However, the actual story might be the exact inverse. As we’ve seen, Enlightenment ideas were created specifically to privilege one tiny group and subjugate the rest of the world, indeed to denature the rest of the world, to make things of living beings. To be sure, the Catholic Church has inflicted its share of misery on the world — but religion has nothing on capitalism for oppression and bigotry. These are the pillars of the land-owning project. On this, Gabriele and Perry relate an illuminating story.

In the year 1550 in the kingdom of Castile, the crown held a debate to determine the nature of the native inhabitants of the Americas. On the one side was the landowner view that the Spanish conquerors had almost unlimited scope in the New World because, following Aristotle, the natives were “barbarians” and as such had no rights. Indeed, conquest, pacification and forced conversion to European civilization and religion were not merely justified but were necessary. On the other hand, arguments put forth by Dominican friar Bartolomé de las Casas, claimed that American Natives — like Muslims and Jews living in Europe — were entitled to live peacefully in their own life-ways. As humans they had the native right to unmolested personhood, regardless of their religion or blood. Moreover, forced conversion would do nothing to bring salvation to the Indians and would very likely damn the souls of Spanish enforcers into the bargain.

This debate was left unsettled. Though nominally de las Casas won better treatment for Native Americans in his day, in the long term the landowners’ ideas rolled over any humanitarian impulse toward those they sought to displace in the New World. More importantly, moving deeper into the sixteenth century and the colonial project, Aristotle’s ideas of “barbarism” saturated European thought, justifying horrific violence of all kinds, both abroad and on European soil, turning any common sense notion of natural right completely upside-down.

This was, Gabriele and Perry say, in essence a debate about medieval vs. modern, about religion vs. secularism. And notice that the secularists — the self-proclaimed rationalists who used the language of Aristotle and natural law — were those who advocated colonization and domination, oppression and extreme violence; whereas the voice of peace and tolerance came from the medieval religious world view, the supposedly “dark age” cast of mind. In other words, those we typically name humanists were busily stripping humanity from all who were not white men, while those we normally associate with patriarchal repression were arguing for liberalism. The authors show that this debate represents the triumph of modernity, a Bright Ages now in perennial eclipse — all the complexity and possibility of the medieval world collapsed into this singular narrative of capitalist “progress” and the primacy of whiteness.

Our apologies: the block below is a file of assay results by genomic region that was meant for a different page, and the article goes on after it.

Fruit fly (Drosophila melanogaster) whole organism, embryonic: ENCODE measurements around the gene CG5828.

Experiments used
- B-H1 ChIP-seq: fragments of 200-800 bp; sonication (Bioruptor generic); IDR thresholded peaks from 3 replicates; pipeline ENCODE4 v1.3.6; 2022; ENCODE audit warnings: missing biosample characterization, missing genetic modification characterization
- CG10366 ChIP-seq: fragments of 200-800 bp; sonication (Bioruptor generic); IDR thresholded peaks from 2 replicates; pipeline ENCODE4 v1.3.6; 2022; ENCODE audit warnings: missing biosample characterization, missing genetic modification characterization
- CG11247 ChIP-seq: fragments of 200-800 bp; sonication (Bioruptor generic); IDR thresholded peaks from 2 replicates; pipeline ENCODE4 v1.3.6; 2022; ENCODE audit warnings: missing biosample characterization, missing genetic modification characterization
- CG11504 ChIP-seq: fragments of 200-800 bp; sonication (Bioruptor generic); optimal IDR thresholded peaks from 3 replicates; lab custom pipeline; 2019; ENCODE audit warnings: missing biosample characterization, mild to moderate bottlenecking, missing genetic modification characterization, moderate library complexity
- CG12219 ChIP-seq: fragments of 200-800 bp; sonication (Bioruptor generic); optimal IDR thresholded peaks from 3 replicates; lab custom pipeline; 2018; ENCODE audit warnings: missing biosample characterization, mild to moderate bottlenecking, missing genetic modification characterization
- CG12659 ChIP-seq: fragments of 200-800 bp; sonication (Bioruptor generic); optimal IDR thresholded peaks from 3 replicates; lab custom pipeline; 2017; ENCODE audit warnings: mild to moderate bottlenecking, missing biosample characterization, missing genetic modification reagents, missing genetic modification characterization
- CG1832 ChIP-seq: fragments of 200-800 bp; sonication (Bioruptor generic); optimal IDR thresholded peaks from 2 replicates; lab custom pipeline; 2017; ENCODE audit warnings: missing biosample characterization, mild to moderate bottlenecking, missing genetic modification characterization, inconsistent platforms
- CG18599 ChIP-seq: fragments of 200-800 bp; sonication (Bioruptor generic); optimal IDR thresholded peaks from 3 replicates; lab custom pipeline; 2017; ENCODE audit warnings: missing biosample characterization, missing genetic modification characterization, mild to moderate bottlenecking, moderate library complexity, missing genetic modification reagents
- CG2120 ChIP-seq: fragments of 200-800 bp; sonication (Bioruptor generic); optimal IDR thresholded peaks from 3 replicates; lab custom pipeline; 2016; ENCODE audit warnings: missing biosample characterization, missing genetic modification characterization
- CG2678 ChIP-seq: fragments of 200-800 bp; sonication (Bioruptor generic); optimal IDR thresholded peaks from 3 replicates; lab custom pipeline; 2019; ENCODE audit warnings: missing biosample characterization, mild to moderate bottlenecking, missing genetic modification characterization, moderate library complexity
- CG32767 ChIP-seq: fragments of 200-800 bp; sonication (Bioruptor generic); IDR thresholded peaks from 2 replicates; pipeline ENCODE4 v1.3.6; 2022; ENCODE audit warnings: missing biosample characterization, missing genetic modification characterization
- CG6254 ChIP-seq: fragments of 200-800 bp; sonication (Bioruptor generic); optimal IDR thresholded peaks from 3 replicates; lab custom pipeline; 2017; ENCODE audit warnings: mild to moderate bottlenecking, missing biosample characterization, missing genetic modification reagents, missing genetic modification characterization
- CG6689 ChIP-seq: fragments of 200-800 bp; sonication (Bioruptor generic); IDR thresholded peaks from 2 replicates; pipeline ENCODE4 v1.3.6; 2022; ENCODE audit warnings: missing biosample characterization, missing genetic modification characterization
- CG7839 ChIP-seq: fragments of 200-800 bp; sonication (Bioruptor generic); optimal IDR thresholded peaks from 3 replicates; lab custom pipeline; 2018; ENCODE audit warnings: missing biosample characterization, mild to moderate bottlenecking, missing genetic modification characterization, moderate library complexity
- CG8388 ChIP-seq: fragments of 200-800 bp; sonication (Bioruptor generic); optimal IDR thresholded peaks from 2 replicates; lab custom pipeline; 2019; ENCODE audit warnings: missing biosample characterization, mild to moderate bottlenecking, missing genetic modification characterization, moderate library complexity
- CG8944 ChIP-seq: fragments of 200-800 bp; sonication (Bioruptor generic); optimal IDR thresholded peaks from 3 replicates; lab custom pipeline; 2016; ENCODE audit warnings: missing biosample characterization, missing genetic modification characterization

We have inverted darkness and light, and today we live with the legacy of this inversion in our own dark age. White supremacists still turn to this imagined medieval European narrative to find the roots of their twisted ideas of race, to find stories of a “lost” masculinity, and to validate the need to shed blood. Gabriele and Perry warn us that “Wherever you find white supremacists, you’ll find medievalism, and you’ll almost always find murder.”

But, they say, this problem is not merely one of a-historicity. It’s more that we have created a complete void at our roots.

The particular darkness of the Dark Ages suggests emptiness, a blank, almost limitless space into which we can place our modern preoccupations, whether positive or negative. The Dark Ages are, depending on the audience, both backward and progressive, both a period to abhor and one emulate. It is used as whatever one wants, as a “justification” and “explanation” for those ideas and actions because they supposedly go back so far in time. … Simplistic comparisons to the past do violence not just to their time but to ours. … we excuse ourselves from trying to really understand…

So filling this void, solidifying this nebulous darkness, shining light on what has been hidden — this is what we must do to understand where we come from and who we are now. This is also what we must do to see potential futures.

The past, if anything, shows us possible worlds, the roads not taken as well as those that were. We hope a better-illuminated, if not always happier, narrative of the medieval past, one that makes both the realities and the possibilities more visible, will also reveal more pathways before us in our own modern world.

Teaser photo credit: By Petar Milošević – Own work, CC BY-SA 4.0,

Eliza Daley

Eliza Daley is a fiction. She is the part of me that is confident and wise, knowledgable and skilled. She is the voice that wants to be heard in this old woman who more often prefers her solitary and silent hearth. She has all my experience — as mother, musician, geologist and logician; book-seller, business-woman, and home-maker; baker, gardener, and chief bottle-washer; historian, anthropologist, philosopher, and over it all, writer. But she has not lived, is not encumbered with all the mess and emotion, and therefore she has a wonderfully fresh perspective on my life. I rather like knowing her. I do think you will as well.

Tags: building resilient societies, cultural stories, history, the Middle Ages